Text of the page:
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New CA Laws Address COVID-19 Workers’ Compensation Claims and Employer Reporting When Employee Tests Positive for COVID-19


New CA Laws Address COVID-19 Workers’ Compensation Claims and Employer Reporting When Employee Tests Positive for COVID-19

The California Senate Bill 1159 and Assembly Bill 685 were signed into law on September 17, 2020. SB 1159, which took effect upon signing, creates a disputable presumption for workers’ compensation claims related to COVID-19 on or after July 6, 2020 through January 1, 2023. AB 685, effective January 1, 2021, includes an employer reporting requirement for all positive COVID-19 employee test results. Employers and claims administrators must investigate a claim quickly to take advantage of the disputable presumption, and ensure measures are taken to reduce potential transmission of COVID-19 within the work environment.

The Presumption

The law begins with a presumption that an illness or death resulting from COVID-19 arose out of and in the course and scope of employment if the employee tests positive during a period of an outbreak at work, assuming the employer has five or more employees. An outbreak exists if within 14 days one of the following occurs at a specific place of employment:

  • If the employer has 100 or fewer employees, four employees test positive for COVID-19
  • If the employer has more than 100 employees, 4% of the number of employees who reported to the specific place of employment test positive for COVID-19
  • A specific place of employment is ordered to close by a local public health department, the State Department of Public Health, the Division of Occupational Safety and Health or a school superintendent due to a risk of infection with COVID-19

In addition, the new law adds rebuttable presumptions for certain essential employees (including but not limited to first responders, firefighters, peace officers and healthcare professionals) who test positive for COVID-19 within 14 days of the last date the employee performed work at the specific place of employment. “Specific place of employment” is defined as a “building, store, facility, or agricultural field where an employee performs work at the employer’s direction,” but excludes an employee’s residence, unless the employee performs home healthcare services. There is no guidance on employees who work outside or in customers’ homes.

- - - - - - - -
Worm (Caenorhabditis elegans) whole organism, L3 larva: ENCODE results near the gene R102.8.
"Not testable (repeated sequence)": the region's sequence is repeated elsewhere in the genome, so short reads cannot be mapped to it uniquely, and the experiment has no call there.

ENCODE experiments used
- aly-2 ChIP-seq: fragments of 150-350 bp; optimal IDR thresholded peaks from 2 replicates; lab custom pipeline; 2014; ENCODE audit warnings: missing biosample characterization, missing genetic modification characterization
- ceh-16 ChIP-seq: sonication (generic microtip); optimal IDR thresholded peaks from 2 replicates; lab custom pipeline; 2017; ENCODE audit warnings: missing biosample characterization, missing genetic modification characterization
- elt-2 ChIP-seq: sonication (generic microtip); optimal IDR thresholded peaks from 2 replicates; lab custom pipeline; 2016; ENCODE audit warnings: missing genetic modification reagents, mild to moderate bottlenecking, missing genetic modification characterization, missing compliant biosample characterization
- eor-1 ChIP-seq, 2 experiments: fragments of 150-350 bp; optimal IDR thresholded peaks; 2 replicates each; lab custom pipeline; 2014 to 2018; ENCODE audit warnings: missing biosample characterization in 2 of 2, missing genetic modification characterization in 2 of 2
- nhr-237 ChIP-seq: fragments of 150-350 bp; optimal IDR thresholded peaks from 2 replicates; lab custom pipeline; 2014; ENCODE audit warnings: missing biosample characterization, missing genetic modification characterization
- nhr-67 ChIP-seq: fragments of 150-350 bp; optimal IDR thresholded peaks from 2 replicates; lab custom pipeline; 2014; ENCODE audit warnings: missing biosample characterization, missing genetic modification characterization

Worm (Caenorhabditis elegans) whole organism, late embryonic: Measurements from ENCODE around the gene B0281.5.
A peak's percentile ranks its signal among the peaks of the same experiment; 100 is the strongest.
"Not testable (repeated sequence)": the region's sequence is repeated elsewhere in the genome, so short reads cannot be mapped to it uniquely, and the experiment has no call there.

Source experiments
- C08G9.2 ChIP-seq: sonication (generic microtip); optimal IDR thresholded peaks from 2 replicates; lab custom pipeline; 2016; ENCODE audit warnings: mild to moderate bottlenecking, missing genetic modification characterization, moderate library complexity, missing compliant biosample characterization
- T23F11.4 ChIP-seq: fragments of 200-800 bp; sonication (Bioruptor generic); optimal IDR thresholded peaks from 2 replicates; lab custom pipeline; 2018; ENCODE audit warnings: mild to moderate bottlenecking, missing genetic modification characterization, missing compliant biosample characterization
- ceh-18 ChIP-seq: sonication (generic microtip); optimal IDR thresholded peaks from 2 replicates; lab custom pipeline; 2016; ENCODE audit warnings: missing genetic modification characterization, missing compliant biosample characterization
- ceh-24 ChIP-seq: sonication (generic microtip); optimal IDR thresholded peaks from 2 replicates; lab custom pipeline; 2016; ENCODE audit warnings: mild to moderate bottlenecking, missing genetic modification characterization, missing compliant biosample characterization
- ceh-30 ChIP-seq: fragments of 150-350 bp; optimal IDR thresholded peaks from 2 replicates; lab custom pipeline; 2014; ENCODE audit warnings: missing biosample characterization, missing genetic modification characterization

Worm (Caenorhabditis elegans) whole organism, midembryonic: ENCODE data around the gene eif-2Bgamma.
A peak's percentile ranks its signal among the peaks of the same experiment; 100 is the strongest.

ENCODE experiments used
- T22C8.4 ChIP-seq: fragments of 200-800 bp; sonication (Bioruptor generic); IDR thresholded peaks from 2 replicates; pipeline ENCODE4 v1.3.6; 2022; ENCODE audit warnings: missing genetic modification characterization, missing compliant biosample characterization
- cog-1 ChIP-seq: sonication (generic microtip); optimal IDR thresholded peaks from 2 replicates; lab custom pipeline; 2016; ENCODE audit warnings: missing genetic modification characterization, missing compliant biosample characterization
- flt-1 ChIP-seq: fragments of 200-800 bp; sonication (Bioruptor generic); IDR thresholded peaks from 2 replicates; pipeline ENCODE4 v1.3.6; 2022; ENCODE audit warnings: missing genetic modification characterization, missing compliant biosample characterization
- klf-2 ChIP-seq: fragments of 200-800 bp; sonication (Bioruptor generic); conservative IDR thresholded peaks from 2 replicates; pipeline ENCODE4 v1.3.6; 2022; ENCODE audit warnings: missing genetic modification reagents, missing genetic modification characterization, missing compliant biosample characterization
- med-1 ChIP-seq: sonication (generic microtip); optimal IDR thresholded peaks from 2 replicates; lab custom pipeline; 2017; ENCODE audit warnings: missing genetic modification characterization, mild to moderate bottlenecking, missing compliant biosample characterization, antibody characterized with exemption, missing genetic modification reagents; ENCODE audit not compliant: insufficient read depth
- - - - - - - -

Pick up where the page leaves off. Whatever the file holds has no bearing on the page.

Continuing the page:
Available Benefits

If the presumption applies, the employee is entitled to “full hospital, surgical, medical treatment, disability indemnity, and death benefits.” SB 1159 requires paid sick leave, such as leave available under the Families First Coronavirus Act (FFCRA), to be exhausted before the employee can use temporary disability benefits under SB 1159; however, if the employee is not eligible for such benefits, the temporary disability benefits must be provided without the traditional three-day waiting period.

What Employees Must Provide Their Employer

If the employee tests positive for or is diagnosed with COVID-19 on or after May 6, 2020, the employee must be certified for temporary disability by a licensed physician within the first 15 days after the initial diagnosis, and then must be recertified every 15 days thereafter for the first 45 days following diagnosis.

If the employee tested positive or was diagnosed with COVID-19 before May 6, 2020, the employee must have obtained a certification no later than May 21, 2020, documenting the period for which the employee was temporarily disabled and unable to work, and must have been recertified for temporary disability every 15 days thereafter for the first 45 days following diagnosis.

The Presumption Disputed

The presumption may be disputed with evidence such as: 1) employer’s efforts to reduce potential transmission of COVID-19 in the employee’s place of employment, 2) the employee’s non-occupational risks of COVID-19 infection, 3) statements made by the employee and 4) any other evidence normally used to dispute a work-related injury.

If the date of injury is on or after July 6, 2020, the claim administrator now has 45 days to deny the claim, or the injury is presumed compensable. However, if date of the injury is before July 6, 2020, or the employee is an “essential employee” as specified in Labor Code Section 3212.87, then the 30-day denial period applies. If the claims administrator finds that the presumption applies, then the employer can dispute the presumption, but only with evidence discovered after the applicable review period. Unless controverted, the appeals board is bound to find in accordance with the presumption.

New Reporting Requirements

Additionally, the new law creates reporting requirements for the employer to the workers’ compensation carrier concerning information about any employee who tests positive for COVID-19.

Employers must notify their workers’ compensation carrier within three days of learning that an employee has tested positive for COVID-19. The employer must provide the date of the test, the employee’s worksite 14 days prior to the test, and the number of employees at each work site where the employee worked 45 days prior (personal identifying information is excluded).

The claims administrator will use the above information to determine whether an outbreak has occurred. Employers who fail to report the above information, or who “intentionally submit false or misleading information” are subject to a $10,000 penalty assessment by the California labor commissioner.

If you have questions about SB 1159 and AB 685 and how they may affect your organization, NFP is available. Contact your advisor today.